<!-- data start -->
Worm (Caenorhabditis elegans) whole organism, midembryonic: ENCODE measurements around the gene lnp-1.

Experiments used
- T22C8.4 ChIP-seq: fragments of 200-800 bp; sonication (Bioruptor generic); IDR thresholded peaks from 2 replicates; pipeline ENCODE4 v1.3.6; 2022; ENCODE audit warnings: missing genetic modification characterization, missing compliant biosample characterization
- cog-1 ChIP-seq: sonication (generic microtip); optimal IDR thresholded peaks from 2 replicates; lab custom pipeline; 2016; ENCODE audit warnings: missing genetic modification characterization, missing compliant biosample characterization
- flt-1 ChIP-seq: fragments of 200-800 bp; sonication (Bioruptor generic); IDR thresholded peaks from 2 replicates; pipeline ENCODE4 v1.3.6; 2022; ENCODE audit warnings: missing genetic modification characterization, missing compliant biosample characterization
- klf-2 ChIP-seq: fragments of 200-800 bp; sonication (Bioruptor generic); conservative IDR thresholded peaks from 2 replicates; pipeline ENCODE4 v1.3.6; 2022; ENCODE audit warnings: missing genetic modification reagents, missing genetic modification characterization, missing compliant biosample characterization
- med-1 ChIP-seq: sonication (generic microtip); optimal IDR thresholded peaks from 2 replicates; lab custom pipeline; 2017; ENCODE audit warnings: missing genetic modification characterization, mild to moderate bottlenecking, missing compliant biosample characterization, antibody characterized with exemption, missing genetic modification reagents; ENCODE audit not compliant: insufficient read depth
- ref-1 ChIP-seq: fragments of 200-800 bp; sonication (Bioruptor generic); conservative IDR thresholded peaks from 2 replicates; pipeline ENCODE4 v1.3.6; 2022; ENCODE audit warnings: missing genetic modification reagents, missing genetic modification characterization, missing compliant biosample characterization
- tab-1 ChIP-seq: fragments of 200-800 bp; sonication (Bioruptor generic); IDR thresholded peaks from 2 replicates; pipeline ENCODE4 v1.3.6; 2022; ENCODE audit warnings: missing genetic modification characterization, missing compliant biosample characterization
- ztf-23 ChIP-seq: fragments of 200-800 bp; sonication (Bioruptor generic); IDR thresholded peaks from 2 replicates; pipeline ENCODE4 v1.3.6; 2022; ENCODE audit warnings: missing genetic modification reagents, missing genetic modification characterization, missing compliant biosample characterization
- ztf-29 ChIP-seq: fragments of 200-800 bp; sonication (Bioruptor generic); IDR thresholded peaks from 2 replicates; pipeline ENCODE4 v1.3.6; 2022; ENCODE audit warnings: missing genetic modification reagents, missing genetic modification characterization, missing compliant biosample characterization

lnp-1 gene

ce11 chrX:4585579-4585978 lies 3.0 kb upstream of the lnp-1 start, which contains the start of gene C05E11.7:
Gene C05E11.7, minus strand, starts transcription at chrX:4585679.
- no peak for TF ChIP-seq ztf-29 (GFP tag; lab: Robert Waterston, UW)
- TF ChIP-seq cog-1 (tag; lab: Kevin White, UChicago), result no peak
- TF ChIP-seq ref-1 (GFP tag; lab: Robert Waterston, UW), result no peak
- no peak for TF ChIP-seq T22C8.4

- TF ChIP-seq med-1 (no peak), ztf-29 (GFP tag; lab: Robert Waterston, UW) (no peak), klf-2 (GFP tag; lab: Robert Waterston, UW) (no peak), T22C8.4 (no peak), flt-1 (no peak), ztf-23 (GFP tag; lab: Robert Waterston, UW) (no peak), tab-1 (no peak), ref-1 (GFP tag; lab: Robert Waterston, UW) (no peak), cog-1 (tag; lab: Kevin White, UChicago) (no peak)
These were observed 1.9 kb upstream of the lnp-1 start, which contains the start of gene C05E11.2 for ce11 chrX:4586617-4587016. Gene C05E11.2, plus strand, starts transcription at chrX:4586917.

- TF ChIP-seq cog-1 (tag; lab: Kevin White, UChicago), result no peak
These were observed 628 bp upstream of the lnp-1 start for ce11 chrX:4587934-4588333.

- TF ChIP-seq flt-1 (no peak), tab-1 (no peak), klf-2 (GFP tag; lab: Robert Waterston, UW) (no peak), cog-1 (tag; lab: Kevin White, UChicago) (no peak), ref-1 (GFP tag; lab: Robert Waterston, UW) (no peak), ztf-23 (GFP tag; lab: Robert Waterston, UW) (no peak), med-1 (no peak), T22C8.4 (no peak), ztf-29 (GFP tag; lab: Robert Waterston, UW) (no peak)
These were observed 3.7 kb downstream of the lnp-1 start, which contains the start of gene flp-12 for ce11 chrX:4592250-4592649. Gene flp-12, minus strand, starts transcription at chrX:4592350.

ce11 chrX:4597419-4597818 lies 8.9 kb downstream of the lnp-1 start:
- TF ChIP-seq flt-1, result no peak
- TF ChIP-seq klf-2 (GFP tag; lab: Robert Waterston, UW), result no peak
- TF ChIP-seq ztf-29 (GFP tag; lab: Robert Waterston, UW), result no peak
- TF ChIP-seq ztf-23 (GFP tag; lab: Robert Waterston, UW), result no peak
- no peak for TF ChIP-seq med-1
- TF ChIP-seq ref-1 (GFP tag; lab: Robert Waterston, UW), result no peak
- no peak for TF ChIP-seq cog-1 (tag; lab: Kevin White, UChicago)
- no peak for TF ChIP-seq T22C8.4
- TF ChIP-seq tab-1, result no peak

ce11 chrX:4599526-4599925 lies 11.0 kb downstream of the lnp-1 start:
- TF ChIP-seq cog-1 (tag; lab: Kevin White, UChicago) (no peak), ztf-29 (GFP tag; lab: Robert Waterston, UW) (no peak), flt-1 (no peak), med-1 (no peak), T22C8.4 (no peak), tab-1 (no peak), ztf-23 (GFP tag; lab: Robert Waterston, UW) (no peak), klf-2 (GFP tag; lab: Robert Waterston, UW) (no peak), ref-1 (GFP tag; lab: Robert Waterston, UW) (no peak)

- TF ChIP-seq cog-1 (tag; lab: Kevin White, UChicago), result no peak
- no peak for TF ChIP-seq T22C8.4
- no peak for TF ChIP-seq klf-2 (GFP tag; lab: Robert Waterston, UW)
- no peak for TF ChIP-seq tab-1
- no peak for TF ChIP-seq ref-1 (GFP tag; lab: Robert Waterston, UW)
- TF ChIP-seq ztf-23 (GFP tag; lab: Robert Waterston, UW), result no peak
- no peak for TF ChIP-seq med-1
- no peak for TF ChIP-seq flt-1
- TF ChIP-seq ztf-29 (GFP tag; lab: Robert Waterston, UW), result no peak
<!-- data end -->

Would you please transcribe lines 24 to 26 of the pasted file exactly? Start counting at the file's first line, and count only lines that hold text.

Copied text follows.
These were observed 3.7 kb downstream of the lnp-1 start, which contains the start of gene flp-12 for ce11 chrX:4592250-4592649. Gene flp-12, minus strand, starts transcription at chrX:4592350.

ce11 chrX:4597419-4597818 lies 8.9 kb downstream of the lnp-1 start:
- TF ChIP-seq flt-1, result no peak